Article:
Background and Objective
BC 007 is a substance with a novel and innovative mode of action for the first-time causal treatment of chronic heart failure, associated with the occurrence of autoantibodies against the β1-adrenoceptor, and other diseases of mostly the heart and vascular system, being accompanied by the occurrence of functionally active agonistic autoantibodies against G-protein-coupled receptors (fGPCR-AAb). The proposed mechanism of action of BC 007 is the neutralisation of these pathogenic autoantibodies which stimulate the respective receptor. To evaluate the safety, tolerability, pharmacokinetics and mode of action of BC 007, single intravenous infusions of increasing concentration were given to healthy young males and healthy elderly autoantibody-negative and autoantibody-positive participants of both sexes.
This study was subdivided into three parts. Part A was a single-centre, randomised, double-blind, placebo-controlled safety and tolerability study including healthy young male autoantibody-negative Whites (N = 23) and Asians (N = 1), testing doses of 15, 50 and 150 mg BC 007 (Cohorts 1–3) and elderly male and female Whites (N = 8), testing a dose of 150 mg BC 007 (Cohort 4), randomly assigned in a 3:1 ratio to BC 007 or placebo. Open-label Part B included fGPCR-AAb-positive subjects (50 and 150 mg BC 007, Cohorts 1 and 2, respectively). Open-label Part C included fGPCR-AAb-positive subjects for testing doses of 300, 450, 750, 1350 mg and 1900 mg BC 007. Lower doses were either given as an infusion or divided into a bolus plus infusion up to a dose of 300 mg followed by a constant bolus of 150 mg up to a dose of 750 mg, while at doses of 1350 mg and 1900 mg it was a slow infusion with a constant infusion rate. Infusion times increased with increasing dose from 20 min (15, 50 or 150 mg) to 40 min (300, 450 or 750 mg), 75 min (1350 mg) and 105 min (1900 mg).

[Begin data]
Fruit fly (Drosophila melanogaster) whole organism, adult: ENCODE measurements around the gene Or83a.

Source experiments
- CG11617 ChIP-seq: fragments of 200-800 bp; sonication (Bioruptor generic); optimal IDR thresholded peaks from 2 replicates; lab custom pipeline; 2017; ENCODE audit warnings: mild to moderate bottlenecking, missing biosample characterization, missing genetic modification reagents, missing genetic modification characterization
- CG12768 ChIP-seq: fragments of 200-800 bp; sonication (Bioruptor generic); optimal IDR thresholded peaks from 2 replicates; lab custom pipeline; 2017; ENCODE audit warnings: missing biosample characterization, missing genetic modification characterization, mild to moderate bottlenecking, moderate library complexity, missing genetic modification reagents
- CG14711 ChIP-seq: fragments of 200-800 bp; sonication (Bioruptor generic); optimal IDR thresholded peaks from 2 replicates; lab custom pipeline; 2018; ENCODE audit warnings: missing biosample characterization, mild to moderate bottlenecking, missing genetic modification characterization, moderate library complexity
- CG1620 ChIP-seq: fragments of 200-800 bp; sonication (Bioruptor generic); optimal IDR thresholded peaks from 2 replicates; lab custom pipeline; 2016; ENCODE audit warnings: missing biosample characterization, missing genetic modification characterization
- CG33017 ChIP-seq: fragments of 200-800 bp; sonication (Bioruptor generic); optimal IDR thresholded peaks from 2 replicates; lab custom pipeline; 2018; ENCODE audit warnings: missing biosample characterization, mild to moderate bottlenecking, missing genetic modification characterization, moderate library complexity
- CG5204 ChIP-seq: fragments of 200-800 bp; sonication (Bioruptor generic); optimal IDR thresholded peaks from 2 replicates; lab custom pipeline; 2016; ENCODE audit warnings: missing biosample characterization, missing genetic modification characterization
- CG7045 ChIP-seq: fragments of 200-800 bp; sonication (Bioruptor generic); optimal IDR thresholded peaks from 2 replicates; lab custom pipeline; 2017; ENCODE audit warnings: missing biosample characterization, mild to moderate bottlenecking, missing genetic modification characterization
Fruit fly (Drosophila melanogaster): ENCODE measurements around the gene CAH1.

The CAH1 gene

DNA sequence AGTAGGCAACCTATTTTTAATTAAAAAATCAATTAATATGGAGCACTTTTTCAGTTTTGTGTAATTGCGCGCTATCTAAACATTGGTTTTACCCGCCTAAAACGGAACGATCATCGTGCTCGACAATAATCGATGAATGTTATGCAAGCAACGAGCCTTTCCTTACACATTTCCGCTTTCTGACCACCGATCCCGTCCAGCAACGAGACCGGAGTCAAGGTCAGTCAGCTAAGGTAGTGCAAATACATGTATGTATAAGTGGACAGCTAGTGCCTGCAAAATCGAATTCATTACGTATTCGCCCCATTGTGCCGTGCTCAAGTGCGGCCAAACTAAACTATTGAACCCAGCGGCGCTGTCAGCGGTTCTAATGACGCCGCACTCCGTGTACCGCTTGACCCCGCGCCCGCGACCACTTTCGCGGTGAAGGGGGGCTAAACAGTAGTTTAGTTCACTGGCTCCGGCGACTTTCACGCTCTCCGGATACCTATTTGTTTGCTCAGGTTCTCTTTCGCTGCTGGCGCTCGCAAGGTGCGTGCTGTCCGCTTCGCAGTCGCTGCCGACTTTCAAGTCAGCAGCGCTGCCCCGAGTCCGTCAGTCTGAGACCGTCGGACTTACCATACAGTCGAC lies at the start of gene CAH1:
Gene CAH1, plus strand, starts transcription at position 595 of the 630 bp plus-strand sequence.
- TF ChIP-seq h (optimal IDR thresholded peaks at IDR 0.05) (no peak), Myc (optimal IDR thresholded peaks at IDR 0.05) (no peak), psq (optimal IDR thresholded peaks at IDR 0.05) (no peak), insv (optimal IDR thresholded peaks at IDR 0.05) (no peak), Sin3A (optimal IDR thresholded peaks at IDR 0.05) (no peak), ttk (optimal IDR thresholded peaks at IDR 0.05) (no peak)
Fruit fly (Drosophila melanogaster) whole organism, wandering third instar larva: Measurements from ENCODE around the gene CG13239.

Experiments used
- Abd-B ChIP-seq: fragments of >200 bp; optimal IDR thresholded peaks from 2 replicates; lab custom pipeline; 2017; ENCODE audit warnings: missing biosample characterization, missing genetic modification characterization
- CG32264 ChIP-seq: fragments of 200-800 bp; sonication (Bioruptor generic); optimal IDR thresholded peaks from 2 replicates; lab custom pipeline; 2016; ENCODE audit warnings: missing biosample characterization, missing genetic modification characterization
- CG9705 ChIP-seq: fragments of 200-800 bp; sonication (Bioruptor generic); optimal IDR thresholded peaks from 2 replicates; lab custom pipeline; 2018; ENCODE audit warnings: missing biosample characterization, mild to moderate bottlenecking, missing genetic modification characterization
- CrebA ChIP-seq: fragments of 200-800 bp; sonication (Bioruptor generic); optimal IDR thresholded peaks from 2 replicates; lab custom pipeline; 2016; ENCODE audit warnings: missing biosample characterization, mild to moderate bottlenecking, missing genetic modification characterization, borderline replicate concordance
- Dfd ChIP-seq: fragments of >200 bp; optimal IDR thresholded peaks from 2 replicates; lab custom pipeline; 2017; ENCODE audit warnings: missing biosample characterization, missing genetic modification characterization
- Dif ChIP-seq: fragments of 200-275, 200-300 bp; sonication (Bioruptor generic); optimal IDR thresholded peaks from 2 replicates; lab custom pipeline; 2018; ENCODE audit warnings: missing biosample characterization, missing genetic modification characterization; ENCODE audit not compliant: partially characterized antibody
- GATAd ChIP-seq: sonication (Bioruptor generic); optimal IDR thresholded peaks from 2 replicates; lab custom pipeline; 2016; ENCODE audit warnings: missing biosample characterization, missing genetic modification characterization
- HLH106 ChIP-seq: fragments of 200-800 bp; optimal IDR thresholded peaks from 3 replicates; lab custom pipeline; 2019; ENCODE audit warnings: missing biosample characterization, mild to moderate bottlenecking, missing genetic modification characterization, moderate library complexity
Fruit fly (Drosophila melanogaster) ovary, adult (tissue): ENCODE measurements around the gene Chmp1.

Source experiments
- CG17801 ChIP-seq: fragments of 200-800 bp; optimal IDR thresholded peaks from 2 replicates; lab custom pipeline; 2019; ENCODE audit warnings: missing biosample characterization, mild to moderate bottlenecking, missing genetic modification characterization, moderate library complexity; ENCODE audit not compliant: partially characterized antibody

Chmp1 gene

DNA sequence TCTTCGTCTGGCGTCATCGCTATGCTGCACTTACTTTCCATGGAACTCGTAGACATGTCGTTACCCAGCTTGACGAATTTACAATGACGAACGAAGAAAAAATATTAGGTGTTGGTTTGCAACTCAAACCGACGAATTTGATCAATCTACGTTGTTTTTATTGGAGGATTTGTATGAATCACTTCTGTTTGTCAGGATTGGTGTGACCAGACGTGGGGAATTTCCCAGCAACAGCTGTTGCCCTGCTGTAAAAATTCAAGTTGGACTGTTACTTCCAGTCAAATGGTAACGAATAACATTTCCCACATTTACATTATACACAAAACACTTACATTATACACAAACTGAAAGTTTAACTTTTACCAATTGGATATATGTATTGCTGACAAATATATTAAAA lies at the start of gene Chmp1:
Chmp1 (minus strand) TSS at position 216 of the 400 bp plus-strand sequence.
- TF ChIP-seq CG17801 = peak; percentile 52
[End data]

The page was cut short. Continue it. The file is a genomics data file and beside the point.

The mean observed BC 007 area under the concentration–time curve (AUC0–24) increased with increasing dose in a dose proportional manner (slope estimate of 1.039). No serious adverse events were observed. Drug-related adverse events were predominantly the expected mild-to-moderate increase in bleeding time (aPTT), beginning with a dose of 50 mg, which paralleled the infusion and returned to normal shortly after infusion. fGPCR-AAb neutralisation efficiency increased with increasing dose and was achieved for all subjects in the last cohort.
BC 007 is demonstrated to be safe and well tolerated. BC 007 neutralised fGPCR-AAb, showing a trend for a dose-response relationship in elderly healthy but fGPCR-AAb-positive subjects.
ClinicalTrials.gov Registration Number